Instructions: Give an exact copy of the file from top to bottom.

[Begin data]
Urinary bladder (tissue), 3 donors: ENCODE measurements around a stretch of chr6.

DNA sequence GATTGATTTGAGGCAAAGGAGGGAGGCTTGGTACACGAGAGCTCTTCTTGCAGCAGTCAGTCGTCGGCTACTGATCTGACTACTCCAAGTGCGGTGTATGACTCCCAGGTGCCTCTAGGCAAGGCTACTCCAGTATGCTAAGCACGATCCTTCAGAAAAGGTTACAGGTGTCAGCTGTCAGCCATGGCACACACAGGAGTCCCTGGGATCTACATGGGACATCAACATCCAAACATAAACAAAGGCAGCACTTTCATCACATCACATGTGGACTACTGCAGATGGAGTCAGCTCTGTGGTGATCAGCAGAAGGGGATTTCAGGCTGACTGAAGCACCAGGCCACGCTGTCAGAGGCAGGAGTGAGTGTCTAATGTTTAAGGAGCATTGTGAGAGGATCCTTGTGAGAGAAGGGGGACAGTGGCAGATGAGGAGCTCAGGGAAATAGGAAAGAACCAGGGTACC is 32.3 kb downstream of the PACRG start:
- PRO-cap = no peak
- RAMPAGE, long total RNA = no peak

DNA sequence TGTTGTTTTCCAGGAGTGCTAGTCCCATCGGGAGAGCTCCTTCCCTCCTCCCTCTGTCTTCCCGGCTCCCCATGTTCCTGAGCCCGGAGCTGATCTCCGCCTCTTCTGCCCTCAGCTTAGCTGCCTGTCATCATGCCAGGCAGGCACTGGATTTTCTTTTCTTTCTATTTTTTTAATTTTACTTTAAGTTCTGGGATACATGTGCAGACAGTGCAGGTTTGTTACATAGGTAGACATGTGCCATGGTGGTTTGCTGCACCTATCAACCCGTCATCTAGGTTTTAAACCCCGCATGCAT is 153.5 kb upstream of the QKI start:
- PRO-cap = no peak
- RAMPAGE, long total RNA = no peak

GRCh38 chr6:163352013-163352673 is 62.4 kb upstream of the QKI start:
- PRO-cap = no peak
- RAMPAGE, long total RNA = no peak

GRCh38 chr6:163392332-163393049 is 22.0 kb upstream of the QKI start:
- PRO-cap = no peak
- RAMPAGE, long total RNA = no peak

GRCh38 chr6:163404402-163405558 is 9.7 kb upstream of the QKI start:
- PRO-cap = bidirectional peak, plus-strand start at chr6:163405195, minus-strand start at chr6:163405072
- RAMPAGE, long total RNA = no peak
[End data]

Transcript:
Urinary bladder (tissue), 3 donors: ENCODE measurements around a stretch of chr6.

DNA sequence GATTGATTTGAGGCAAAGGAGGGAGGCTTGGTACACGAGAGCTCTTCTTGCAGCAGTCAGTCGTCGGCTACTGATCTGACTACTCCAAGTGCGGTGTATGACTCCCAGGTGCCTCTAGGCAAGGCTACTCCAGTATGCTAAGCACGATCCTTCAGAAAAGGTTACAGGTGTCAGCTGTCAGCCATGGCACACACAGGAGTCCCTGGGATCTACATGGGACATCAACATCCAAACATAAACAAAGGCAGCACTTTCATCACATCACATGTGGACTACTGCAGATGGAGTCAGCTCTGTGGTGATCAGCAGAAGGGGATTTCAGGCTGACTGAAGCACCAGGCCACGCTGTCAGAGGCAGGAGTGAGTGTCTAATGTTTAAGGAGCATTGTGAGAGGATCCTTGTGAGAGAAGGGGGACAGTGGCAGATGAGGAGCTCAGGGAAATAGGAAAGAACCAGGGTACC is 32.3 kb downstream of the PACRG start:
- PRO-cap = no peak
- RAMPAGE, long total RNA = no peak

DNA sequence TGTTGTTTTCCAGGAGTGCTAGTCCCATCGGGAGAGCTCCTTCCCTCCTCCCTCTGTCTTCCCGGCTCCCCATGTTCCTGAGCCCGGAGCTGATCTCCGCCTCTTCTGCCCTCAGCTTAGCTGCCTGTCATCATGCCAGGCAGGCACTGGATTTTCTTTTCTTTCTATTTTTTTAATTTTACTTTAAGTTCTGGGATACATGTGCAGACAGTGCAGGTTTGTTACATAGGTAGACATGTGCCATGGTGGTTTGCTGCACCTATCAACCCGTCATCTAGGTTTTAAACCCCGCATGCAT is 153.5 kb upstream of the QKI start:
- PRO-cap = no peak
- RAMPAGE, long total RNA = no peak

GRCh38 chr6:163352013-163352673 is 62.4 kb upstream of the QKI start:
- PRO-cap = no peak
- RAMPAGE, long total RNA = no peak

GRCh38 chr6:163392332-163393049 is 22.0 kb upstream of the QKI start:
- PRO-cap = no peak
- RAMPAGE, long total RNA = no peak

GRCh38 chr6:163404402-163405558 is 9.7 kb upstream of the QKI start:
- PRO-cap = bidirectional peak, plus-strand start at chr6:163405195, minus-strand start at chr6:163405072
- RAMPAGE, long total RNA = no peak